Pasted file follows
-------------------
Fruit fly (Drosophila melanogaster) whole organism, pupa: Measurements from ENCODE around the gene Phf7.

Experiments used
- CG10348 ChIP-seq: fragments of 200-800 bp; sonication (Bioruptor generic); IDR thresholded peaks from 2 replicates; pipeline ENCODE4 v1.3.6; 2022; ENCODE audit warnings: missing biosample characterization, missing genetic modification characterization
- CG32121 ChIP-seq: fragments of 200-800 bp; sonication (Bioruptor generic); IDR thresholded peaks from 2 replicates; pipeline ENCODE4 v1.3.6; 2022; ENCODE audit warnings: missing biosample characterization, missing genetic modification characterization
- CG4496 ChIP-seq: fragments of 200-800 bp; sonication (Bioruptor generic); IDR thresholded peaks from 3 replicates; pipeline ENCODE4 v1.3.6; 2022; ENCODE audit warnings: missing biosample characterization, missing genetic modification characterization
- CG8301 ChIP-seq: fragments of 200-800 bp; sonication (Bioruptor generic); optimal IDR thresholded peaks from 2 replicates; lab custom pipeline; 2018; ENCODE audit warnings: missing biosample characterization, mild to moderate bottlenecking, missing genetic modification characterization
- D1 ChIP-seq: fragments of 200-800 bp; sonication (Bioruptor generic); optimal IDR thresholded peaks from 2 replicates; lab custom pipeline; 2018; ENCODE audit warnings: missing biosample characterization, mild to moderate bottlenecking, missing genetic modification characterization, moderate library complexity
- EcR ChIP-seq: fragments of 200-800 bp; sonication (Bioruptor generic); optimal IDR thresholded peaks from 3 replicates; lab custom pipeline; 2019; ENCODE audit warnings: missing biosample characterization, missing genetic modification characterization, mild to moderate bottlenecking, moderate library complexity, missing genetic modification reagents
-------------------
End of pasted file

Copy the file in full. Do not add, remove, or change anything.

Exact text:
Fruit fly (Drosophila melanogaster) whole organism, pupa: Measurements from ENCODE around the gene Phf7.

Experiments used
- CG10348 ChIP-seq: fragments of 200-800 bp; sonication (Bioruptor generic); IDR thresholded peaks from 2 replicates; pipeline ENCODE4 v1.3.6; 2022; ENCODE audit warnings: missing biosample characterization, missing genetic modification characterization
- CG32121 ChIP-seq: fragments of 200-800 bp; sonication (Bioruptor generic); IDR thresholded peaks from 2 replicates; pipeline ENCODE4 v1.3.6; 2022; ENCODE audit warnings: missing biosample characterization, missing genetic modification characterization
- CG4496 ChIP-seq: fragments of 200-800 bp; sonication (Bioruptor generic); IDR thresholded peaks from 3 replicates; pipeline ENCODE4 v1.3.6; 2022; ENCODE audit warnings: missing biosample characterization, missing genetic modification characterization
- CG8301 ChIP-seq: fragments of 200-800 bp; sonication (Bioruptor generic); optimal IDR thresholded peaks from 2 replicates; lab custom pipeline; 2018; ENCODE audit warnings: missing biosample characterization, mild to moderate bottlenecking, missing genetic modification characterization
- D1 ChIP-seq: fragments of 200-800 bp; sonication (Bioruptor generic); optimal IDR thresholded peaks from 2 replicates; lab custom pipeline; 2018; ENCODE audit warnings: missing biosample characterization, mild to moderate bottlenecking, missing genetic modification characterization, moderate library complexity
- EcR ChIP-seq: fragments of 200-800 bp; sonication (Bioruptor generic); optimal IDR thresholded peaks from 3 replicates; lab custom pipeline; 2019; ENCODE audit warnings: missing biosample characterization, missing genetic modification characterization, mild to moderate bottlenecking, moderate library complexity, missing genetic modification reagents